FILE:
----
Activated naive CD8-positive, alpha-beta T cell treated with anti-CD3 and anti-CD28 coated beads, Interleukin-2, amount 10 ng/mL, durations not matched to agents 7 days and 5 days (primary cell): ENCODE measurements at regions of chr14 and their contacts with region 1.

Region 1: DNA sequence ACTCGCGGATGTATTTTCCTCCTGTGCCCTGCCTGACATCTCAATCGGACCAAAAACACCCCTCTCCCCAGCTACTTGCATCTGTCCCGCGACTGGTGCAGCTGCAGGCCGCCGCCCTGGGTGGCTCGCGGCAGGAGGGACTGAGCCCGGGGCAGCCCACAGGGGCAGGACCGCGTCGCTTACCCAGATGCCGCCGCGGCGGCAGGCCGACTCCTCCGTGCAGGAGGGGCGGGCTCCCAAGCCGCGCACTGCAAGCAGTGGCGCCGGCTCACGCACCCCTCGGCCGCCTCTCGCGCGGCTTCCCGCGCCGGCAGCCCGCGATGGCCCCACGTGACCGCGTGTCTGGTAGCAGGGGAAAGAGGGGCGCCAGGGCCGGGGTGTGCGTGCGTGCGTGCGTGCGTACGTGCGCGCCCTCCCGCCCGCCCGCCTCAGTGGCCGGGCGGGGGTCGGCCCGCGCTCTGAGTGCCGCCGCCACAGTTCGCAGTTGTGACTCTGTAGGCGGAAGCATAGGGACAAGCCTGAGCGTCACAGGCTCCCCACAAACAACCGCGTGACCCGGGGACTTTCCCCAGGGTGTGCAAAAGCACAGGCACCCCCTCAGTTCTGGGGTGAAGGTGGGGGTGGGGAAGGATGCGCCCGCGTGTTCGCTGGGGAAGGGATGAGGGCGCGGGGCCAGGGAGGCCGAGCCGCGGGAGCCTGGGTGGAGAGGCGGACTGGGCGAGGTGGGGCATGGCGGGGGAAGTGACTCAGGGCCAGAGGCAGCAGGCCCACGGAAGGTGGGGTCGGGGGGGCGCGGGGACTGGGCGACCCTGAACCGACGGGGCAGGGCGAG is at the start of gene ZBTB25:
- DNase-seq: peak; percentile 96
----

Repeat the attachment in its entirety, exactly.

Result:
Activated naive CD8-positive, alpha-beta T cell treated with anti-CD3 and anti-CD28 coated beads, Interleukin-2, amount 10 ng/mL, durations not matched to agents 7 days and 5 days (primary cell): ENCODE measurements at regions of chr14 and their contacts with region 1.

Region 1: DNA sequence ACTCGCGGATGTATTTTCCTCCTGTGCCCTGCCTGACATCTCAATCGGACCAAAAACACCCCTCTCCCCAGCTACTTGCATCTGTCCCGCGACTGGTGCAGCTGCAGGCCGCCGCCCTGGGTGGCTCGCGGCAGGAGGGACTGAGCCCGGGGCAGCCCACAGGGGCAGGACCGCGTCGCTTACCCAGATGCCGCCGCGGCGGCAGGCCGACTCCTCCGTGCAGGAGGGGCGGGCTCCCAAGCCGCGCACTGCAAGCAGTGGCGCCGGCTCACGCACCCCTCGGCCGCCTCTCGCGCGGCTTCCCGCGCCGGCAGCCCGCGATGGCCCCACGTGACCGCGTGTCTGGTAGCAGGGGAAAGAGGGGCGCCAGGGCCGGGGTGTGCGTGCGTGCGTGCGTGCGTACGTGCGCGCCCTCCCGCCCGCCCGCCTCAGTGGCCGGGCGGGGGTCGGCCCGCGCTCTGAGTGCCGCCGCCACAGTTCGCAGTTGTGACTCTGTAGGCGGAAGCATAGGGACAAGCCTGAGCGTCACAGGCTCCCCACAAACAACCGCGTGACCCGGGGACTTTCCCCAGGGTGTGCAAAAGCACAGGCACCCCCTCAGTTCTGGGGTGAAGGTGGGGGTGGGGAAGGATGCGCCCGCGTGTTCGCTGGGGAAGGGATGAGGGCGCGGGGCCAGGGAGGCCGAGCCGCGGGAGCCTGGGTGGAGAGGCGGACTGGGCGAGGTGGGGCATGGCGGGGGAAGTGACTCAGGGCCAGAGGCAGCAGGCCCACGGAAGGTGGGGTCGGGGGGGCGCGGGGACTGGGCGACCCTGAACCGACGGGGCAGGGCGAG is at the start of gene ZBTB25:
- DNase-seq: peak; percentile 96